In 2017, developer Ninja Theory released Hellblade: Senua’s Sacrifice, an action-adventure game that took ambitious steps in exploring mental health and psychosis. Senua, a warrior struggling with psychosis, must not only overcome physical challenges, but also those presented by her mind. The award-winning game was a hit. But it also proved to the team that there was a place, as well as a need, for more games that carefully represented mental health.
Ninja Theory is working on a new venture, called The Insight Project, to do just that. The team will use tech, game design, and clinical neuroscience to work on new methods of therapy for mental disorders. In an interview with The Verge, Ninja Theory co-founder Tameem Antoniades called the undertaking a continuation of the collaborative work the studio did with neuroscientists and mental health professionals on Hellblade. “With Microsoft acquiring us, it’s taken off a lot of pressure from us as a studio,” he says. “So we stopped developing games for other people, you know, work-for-hire games, which meant we have the opportunity to start entirely new projects.”
Ninja Theory’s representation of psychosis — in which someone loses touch with their external reality — translated to Hellblade’s heroine, Senua, hearing voices or seeing things that aren’t really there. Building off of its partnership with health research foundation Wellcome Trust, Antoniades says The Insight Project is “sort of like a hypothesis that video game technology could help make things that have previously been invisible, visible.” That, in turn, opens those conditions up to diagnosis, analysis, and treatment, he adds.
For something like anxiety, for example, there are often physical symptoms. An anxious person likely experiences symptoms such as a racing heart, sweaty palms, or a feeling of unease. Paul Fletcher, a professor of neuroscience at Cambridge University who worked closely with Ninja Theory on Hellblade, says that biometric data on these mental health disorders could then be represented on-screen in simple ways, like a stormy sea. “You’re on a boat and in order to successfully navigate towards a target, you need to keep the sea as calm as possible,” he says. “Then what that would actually entail is keeping a control over your physiological state — so learning how you could keep a lid on those physical aspects of the emotion.”
“The aim of this is not to throw out the old therapies.”
The key thing to remember is that if the game is immersive enough, people will want to do it for their own pleasure. “It’s not a chore or homework that they need to do,” says Fletcher. “It’s not an assignment from their therapist, but rather it’s something they actively want to participate in, then you’re going to get a lot more buy-in from people, and they’ll be much more willing to participate and therefore much more likely to be able to make substantial changes in themselves.”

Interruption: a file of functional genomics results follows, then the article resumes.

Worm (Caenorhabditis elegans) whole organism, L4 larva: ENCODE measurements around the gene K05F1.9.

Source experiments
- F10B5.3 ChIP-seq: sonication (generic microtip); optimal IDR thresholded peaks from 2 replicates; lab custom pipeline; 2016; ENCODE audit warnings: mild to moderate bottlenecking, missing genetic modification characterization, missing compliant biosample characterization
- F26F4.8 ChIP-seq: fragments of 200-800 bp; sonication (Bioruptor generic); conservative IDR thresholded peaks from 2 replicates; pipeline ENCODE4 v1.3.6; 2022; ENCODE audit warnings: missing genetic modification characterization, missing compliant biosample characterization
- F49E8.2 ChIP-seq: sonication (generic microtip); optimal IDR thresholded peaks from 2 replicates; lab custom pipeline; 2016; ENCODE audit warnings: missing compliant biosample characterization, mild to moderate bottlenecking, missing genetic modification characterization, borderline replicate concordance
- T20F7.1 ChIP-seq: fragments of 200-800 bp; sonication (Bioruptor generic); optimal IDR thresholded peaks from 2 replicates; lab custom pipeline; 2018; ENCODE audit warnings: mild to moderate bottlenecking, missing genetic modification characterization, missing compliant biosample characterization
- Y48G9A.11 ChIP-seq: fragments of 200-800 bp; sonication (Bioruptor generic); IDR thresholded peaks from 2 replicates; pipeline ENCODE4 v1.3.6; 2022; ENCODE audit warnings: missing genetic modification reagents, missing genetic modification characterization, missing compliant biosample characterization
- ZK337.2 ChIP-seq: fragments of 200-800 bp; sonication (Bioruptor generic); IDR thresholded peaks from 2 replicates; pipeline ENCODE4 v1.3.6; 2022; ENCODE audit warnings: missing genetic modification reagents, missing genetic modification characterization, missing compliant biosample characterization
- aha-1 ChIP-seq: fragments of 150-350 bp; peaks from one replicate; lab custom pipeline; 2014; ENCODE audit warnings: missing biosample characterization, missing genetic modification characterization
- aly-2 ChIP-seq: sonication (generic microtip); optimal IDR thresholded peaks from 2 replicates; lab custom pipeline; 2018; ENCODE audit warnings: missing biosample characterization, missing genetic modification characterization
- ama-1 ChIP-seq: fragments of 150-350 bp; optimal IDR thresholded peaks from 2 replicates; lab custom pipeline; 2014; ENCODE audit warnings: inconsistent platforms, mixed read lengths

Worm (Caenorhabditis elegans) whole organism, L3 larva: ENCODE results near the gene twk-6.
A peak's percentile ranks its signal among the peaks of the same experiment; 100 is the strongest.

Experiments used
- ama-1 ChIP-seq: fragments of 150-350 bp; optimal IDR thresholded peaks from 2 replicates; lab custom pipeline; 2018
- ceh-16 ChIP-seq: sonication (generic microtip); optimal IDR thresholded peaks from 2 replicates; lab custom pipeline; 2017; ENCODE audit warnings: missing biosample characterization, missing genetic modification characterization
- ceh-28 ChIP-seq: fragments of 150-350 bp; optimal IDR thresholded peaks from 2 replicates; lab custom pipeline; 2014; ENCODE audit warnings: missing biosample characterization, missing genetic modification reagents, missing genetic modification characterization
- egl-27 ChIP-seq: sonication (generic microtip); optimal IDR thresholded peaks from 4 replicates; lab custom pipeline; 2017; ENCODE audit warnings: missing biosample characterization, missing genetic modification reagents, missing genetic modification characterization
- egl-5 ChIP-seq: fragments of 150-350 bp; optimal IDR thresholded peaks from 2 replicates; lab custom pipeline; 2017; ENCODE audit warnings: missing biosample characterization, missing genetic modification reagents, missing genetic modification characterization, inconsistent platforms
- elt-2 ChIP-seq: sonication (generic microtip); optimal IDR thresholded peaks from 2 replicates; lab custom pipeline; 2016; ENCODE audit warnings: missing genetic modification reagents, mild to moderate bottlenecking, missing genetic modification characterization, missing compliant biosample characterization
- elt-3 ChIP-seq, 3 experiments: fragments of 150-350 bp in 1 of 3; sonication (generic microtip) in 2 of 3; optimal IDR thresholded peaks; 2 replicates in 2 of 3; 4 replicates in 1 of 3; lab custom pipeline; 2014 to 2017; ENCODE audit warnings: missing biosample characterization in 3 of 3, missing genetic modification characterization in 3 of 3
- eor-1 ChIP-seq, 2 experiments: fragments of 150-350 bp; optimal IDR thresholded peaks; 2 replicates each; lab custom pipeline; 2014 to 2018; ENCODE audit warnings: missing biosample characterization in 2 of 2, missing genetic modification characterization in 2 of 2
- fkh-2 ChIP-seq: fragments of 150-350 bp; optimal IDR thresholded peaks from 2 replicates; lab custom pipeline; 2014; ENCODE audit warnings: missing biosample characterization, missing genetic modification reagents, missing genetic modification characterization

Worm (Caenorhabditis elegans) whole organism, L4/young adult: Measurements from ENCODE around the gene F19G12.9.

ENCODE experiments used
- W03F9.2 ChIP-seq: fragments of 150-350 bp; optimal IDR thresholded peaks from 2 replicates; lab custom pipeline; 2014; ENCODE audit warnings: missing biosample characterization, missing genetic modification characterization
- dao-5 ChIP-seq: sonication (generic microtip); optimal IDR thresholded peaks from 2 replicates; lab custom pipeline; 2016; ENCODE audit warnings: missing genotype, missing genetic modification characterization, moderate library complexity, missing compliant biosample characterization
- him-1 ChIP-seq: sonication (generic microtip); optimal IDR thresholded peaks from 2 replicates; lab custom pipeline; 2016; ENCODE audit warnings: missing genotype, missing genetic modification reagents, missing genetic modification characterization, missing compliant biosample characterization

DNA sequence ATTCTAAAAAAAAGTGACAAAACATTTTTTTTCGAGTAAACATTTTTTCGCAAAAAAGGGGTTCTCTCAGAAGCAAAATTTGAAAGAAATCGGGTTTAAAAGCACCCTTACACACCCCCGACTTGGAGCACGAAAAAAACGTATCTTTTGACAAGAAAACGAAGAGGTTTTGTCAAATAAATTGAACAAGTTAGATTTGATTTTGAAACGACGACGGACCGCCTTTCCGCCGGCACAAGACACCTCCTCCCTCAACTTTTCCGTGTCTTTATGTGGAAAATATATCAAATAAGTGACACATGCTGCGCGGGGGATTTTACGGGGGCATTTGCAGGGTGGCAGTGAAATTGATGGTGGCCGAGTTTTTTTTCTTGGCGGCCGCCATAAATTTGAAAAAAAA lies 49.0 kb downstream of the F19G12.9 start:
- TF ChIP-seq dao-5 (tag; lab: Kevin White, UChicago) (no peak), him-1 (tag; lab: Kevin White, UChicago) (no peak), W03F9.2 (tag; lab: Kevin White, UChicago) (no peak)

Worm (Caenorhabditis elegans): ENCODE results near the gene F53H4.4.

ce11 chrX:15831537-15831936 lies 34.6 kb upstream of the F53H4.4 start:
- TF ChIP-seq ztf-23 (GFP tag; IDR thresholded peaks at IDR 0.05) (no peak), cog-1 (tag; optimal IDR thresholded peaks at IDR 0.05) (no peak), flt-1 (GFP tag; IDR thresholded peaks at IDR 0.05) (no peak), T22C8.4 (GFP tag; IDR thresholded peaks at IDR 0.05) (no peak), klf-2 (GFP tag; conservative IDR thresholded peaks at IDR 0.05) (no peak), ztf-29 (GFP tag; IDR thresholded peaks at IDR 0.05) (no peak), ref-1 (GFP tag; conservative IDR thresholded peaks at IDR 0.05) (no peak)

Ultimately, Fletcher says the goal is to give people additional ways of controlling or mitigating things like anxiety. “The aim of this is not to throw out the old therapies or to supersede them,” he says. “There is a good tool box of psychological and psychiatric therapies that can be used. But we think that combining the science, the clinic, the clinical work, and the talents of the gaming technology could actually produce some synergy and allow some of those therapeutic approaches to be used in very innovative and possibly more effective ways.”
It’s Hellblade’s success that encouraged Ninja Theory to be more daring and tackle projects that could have real impacts on the world, Antoniades says. But it also reiterated the importance of careful research. “There’s a rigor it adds to the research — the interpretation, the representation,” he says. “In a subject like mental health, you have to tread water and be very, very careful about assumptions you have. And the only way to kind of get round the tropes or assumptions that exist in your head is to start with research and lived experience.” In other words, he says, facts over fun. “I think we’ll make better games for it.”
“There’s not that much room to explore. It’s as simple as that.”
The project is still largely exploratory; Ninja Theory doesn’t have a finished project to show just yet. Antoniades considers the studio to be at the beginning of a journey that will likely take years. Right now, it’s more of a pilot for a bigger movement. “If we can prove that we can make inroads into this area by collaborating and conducting the development in a certain way that’s ethical, and open, and scientifically backed,” Antoniades says. “That could become a model for other people to do the same and tackle other areas. There isn’t any single problem to solve here. It’s like solving climate changes. It requires everyone working together on many different levels.”
Ninja Theory will still pursue work on its more traditional games, and it has several other projects the team is working on. Still, Antoniades says, there’s an approach here that could work — one that combines scientific results with technology to improve or introduce therapeutic techniques. Now, at least, Ninja Theory has the ability to test those ideas.
“There’s quite a few independent games that are doing [work with mental health], but the model is built around releasing products that are known, that are safe and known,” Antoniades says of the industry at large. “It’s a big budget commercial problem in consoles and PCs. You get funding from a publisher who wants you to make a game according to a certain sense of requirements. There’s not that much room to explore. It’s as simple as that.”